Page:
How do you factor #3x^2 + 4x - 8#?

1 Answer
Jun 13, 2016

Answer:

Factors of #3x^2+4x-8# are #3(x+(2-sqrt28)/3)(x+(2+sqrt28)/3)#.

Explanation:

In #3x^2+4x-8#, the discriminant is #4^2-4*3*(-8)=(16+96)=-112#, is not the square of a rational number. Hence we cannot factorize it by splitting middle term.

Hence, the way is to find out zeros of quadratic trinomial #3x^2+4x-8#. Zeros of #ax^2+bx+c# are given by quadratic formula #(-b+-sqrt(b^2-4ac))/(2a)#.

So its zeros, which are two irratiional conjugate numbers are given by quadratic formula and are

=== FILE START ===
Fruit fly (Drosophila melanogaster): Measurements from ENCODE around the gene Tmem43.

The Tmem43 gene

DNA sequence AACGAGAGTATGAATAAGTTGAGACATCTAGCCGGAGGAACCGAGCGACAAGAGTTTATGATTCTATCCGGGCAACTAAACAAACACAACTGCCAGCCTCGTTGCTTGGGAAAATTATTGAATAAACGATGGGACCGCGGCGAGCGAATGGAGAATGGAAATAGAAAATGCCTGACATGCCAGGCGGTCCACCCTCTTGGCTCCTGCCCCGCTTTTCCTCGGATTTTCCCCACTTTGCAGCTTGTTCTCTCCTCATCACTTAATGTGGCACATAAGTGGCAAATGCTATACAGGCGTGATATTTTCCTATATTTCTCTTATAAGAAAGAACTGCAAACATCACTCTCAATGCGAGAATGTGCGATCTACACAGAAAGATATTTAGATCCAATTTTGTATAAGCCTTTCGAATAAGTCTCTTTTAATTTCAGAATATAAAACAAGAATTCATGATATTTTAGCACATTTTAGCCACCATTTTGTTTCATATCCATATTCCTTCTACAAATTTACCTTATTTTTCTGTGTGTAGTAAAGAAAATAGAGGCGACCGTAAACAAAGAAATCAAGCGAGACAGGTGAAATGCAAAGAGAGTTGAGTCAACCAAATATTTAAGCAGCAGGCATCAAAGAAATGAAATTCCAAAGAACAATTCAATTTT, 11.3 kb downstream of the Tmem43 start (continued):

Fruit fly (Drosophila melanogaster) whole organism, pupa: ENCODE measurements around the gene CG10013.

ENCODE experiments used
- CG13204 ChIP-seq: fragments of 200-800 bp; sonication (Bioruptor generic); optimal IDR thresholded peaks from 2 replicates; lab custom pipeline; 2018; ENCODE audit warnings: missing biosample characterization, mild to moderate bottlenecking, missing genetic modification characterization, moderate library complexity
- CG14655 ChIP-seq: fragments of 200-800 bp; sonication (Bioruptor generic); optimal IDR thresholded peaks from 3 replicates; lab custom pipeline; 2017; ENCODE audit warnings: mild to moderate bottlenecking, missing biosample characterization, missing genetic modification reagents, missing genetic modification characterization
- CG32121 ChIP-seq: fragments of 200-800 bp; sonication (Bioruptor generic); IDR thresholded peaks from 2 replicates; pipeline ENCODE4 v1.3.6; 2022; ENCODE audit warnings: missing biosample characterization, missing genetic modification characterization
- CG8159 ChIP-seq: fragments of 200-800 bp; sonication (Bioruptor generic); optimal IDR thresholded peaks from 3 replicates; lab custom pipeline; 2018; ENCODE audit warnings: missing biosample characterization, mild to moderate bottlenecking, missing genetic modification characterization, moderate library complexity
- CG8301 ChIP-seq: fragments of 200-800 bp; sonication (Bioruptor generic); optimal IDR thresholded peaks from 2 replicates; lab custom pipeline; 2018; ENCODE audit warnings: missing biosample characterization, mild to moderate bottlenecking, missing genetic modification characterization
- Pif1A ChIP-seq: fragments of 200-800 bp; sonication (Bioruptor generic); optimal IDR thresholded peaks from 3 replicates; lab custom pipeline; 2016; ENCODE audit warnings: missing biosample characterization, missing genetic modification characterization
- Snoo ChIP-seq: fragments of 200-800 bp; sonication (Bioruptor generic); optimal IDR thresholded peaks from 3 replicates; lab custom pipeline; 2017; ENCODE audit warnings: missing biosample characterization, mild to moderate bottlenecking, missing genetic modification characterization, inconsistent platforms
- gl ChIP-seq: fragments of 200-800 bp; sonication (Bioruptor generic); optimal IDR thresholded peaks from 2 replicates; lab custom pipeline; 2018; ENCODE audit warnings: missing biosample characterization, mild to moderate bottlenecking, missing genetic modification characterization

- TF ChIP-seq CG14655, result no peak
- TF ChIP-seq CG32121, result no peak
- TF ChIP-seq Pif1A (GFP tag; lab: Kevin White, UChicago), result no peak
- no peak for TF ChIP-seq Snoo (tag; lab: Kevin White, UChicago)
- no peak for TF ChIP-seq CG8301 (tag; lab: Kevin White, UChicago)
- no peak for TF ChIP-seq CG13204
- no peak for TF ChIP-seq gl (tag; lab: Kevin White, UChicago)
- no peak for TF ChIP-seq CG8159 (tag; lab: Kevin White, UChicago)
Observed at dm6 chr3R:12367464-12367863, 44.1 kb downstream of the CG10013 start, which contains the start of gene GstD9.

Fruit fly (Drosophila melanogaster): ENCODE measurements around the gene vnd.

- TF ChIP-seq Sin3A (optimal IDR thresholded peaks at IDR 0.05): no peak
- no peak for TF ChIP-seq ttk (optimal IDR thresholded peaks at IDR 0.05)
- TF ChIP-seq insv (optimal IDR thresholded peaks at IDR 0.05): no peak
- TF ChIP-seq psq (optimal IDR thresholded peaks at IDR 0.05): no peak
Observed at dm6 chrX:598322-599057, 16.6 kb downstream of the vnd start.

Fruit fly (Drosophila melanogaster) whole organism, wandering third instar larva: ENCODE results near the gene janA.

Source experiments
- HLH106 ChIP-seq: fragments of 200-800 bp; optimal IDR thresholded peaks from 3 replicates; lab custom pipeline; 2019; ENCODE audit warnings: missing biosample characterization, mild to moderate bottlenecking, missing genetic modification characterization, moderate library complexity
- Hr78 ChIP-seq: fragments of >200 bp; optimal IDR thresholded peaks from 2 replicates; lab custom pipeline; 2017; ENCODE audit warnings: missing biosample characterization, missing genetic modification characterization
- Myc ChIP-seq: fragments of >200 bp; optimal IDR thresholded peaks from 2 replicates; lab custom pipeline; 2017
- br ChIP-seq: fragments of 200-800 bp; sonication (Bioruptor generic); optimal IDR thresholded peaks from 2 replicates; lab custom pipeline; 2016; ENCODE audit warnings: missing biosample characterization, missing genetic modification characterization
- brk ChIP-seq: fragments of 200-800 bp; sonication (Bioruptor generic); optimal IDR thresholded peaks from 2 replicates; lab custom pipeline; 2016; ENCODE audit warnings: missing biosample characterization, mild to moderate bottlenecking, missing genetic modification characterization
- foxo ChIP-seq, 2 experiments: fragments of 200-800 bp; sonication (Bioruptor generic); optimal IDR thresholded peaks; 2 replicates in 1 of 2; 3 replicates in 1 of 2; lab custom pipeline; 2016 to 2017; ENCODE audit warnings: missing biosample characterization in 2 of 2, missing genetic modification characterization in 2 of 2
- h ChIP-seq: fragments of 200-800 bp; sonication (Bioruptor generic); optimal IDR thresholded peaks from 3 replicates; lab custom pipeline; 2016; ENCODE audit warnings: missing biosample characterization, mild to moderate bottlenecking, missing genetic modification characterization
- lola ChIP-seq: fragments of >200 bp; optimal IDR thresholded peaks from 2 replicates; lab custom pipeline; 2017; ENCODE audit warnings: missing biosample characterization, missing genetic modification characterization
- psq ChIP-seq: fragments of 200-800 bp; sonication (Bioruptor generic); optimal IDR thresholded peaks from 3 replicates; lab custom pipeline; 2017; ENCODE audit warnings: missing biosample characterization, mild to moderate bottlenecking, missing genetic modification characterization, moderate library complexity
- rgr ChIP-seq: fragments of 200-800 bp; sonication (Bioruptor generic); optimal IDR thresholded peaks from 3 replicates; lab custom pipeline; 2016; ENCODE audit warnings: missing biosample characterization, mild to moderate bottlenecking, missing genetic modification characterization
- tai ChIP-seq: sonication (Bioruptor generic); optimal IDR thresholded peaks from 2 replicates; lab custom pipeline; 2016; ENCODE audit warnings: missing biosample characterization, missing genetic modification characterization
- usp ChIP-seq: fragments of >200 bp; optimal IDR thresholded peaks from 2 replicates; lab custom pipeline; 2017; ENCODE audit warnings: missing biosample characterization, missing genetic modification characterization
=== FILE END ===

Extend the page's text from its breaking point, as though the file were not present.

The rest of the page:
#(-4+-sqrt112)/(2xx3)# or

#(-4+-2sqrt28)/6# or

#(-4+-2sqrt28)/6# i.e. #(-2-sqrt28)/3# and #(-2+sqrt28)/3#

Now, if #alpha# and #beta# are zeros of quadratic polynomial, then its factors are #(x-alpha)(x-beta)#. However as we have #3# as coefficient of #x^2#, we should multiply it by #3#

Hence factors of #3x^2+4x-8# are #3(x+(2-sqrt28)/3)(x+(2+sqrt28)/3)#.